RAVENSWOOD - It's hard to find anyone who doesn't look forward to spring.
Doug Parrish may be the exception. At least in 2013.
For the first time in his adult life, Parrish will not be a part of something that has served as both an occupation and passion for nearly 40 years – coaching baseball.
Last fall, with little fanfare, Parrish stepped down as the head baseball coach at Ravenswood High School. It's a program he guided for 36 seasons, starting in 1977. Before taking over Red Devil baseball, Parrish served for three years an an assistant to Larry Rawlings.
No one loves the game any more than Parrish. But the one-time Ripley High athlete felt the time had come to move on.
"We just weren't getting the kids to come out," said Parrish, who retired from teaching a few years ago. "I felt it was time to let someone else have a go at it. The numbers had really fallen off."
As disappointing as the past few seasons have been for Parrish from a participation standpoint, he should look back over all of his time leading Red Devil baseball with a broad smile across his face. After all, there were plenty of highs.
"We had some really good players, kids and teams come through (the program)," said Parrish, who lives outside of Ripley near Frozen Camp.
Parrish's career as Ravenswood's head coach started in successful fashion. His Red Devils battled for the state championship in that 1977 season, falling 5-4 to South Charleston at Blackwell Field (now Triana) on the campus of Morris Harvey College (now the University of Charleston).
The season of 1977 marked the final time that baseball would all be played in one class. The next year the sport featured two classes and now has three.
"We had to go through a lot of good teams just to get there (the state championship)," said Parrish. "We had some really good pitchers like Tim Tidd, Jim Thompson and Dave Sullivan. We had a great catcher in Bob Snyder, who was a natural leader. We had a good infield with Rick Hardy and Greg Keffer. That team had so much chemistry. A lot of those kids had played football and won the (Class AA) state championship in the fall (of 1976)."
Parrish had three other teams reach the State Tournament, including the 1985 squad which was led by future Major League pitcher Paul Fletcher. That talented Devil team lost in the semifinals.
Ravenswood returned to Watt Powell in 1992 and again fell in the semifinals. The Red Devils made their way back to the capital city on the right arm of pitcher Wes Swain, who went on to enjoy a fine career at West Virginia State College. Swain, by the way, is set to move into the role as head coach for Red Devil baseball.
Page 2 of 2 - Finally in 1999, Parrish took the Devils to the top of Class AA baseball with a 6-2 victory over Scott in the state title game. Luke Salmons, a terrific three-sport athlete, was the winning pitcher that day. Salmons, who started two years on the offensive line at Marshall, is now an up-and-coming high school football coach at Cabell Midland.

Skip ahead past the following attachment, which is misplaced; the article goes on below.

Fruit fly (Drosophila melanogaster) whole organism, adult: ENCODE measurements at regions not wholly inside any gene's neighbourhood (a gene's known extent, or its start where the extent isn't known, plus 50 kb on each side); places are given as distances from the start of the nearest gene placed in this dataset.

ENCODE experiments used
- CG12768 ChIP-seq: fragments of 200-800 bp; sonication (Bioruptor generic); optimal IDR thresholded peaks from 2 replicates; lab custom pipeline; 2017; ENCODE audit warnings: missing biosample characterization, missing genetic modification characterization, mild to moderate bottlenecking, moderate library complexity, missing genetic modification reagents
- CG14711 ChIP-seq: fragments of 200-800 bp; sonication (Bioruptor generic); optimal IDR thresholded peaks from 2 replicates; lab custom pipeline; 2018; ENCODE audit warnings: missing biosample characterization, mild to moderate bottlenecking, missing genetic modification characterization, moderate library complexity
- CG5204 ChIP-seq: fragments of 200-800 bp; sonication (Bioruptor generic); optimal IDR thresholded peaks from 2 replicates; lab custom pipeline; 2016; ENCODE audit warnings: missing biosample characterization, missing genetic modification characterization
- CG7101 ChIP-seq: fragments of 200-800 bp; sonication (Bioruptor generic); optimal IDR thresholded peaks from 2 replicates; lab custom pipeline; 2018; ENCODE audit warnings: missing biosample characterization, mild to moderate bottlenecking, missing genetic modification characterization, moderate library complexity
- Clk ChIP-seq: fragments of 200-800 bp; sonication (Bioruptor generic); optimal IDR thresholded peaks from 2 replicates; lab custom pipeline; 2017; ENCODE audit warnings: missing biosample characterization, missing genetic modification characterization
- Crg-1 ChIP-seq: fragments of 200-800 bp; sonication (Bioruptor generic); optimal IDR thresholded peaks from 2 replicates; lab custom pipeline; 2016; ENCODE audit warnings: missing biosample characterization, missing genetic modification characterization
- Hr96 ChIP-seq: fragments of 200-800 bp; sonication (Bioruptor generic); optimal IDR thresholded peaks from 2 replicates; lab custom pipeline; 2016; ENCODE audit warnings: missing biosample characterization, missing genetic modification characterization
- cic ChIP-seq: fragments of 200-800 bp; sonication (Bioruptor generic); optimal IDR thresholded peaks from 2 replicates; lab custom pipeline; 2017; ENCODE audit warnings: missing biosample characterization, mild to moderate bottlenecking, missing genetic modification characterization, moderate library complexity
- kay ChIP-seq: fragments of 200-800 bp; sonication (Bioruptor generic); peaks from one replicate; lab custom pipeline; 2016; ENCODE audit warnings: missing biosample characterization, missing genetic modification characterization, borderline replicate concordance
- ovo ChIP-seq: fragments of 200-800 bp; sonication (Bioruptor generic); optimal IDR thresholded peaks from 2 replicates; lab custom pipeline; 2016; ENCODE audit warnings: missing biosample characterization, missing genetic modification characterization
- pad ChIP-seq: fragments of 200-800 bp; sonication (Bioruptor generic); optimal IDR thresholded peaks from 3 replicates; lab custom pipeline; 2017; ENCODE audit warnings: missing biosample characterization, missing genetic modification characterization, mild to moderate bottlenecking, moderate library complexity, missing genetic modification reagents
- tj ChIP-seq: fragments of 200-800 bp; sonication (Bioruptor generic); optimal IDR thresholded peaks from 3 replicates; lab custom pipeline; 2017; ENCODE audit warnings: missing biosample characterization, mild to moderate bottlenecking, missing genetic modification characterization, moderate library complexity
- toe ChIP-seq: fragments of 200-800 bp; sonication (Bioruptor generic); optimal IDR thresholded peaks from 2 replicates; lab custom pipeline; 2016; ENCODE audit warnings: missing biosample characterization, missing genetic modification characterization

The Red Devils defeated Richwood in the semifinals, thanks to a three-hitter by Brian Archer, who went on to play college baseball at both West Virginia State and Alderson-Broaddus.
The Devils of '99 were stockpiled with several other talented players like Ricky Wolfe, Dan Curry, Jack Greene and Chris Claudio.
"That was an outstanding bunch, it all came together for us," said Parrish, who leaves with 556 career wins.
Parrish's love for baseball was easy to come by. The sport runs deep within his family. "I had a great-great grandfather who played. He was a catcher. He caught with a work glove. My whole family just played the game of baseball and had a passion and love for it," said Parrish, who graduated from Ripley High in 1962.
After high school Parrish, who possessed great speed in his younger days, headed to Marshall to run track. He later transferred to West Virginia State to play baseball for the Yellow Jackets. "I could play about anywhere, but I really loved shortstop," he said.
Parrish had the pleasure of coaching his only son, Eric, during his time at Ravenswood. "That was real enjoyable," said Parrish. "He was a good fielder and really came on toward the end with his stick (bat)."
Eric Parrish is the father of three children. Parrish's daughter, Susan, is an art teacher at Wahama High School.
In addition to Fletcher, who stood on the mound for the Philadelphia Phillies, Parrish also tutored Larry Carter, who pitched in the big leagues for the San Francisco Giants and has gone on to a fine coaching career professionally, as a Red Devil. Carter graduated from Ravenswood in 1984.
"You'd like to feel you had a part in their success," said the likeable Parrish.
Besides those two, several other Red Devils moved on to the collegiate ranks to continue playing baseball.
Parrish, who has endured eight surgeries through the years, hopes he's not done with the sport.
"I may land on my feet somewhere," he said. "As a coach, I tried to impart a love for the game (to his players). I just tried to instill in them to give the game your best, because it's a great game."
Individuals like Doug Parrish have helped make it that way.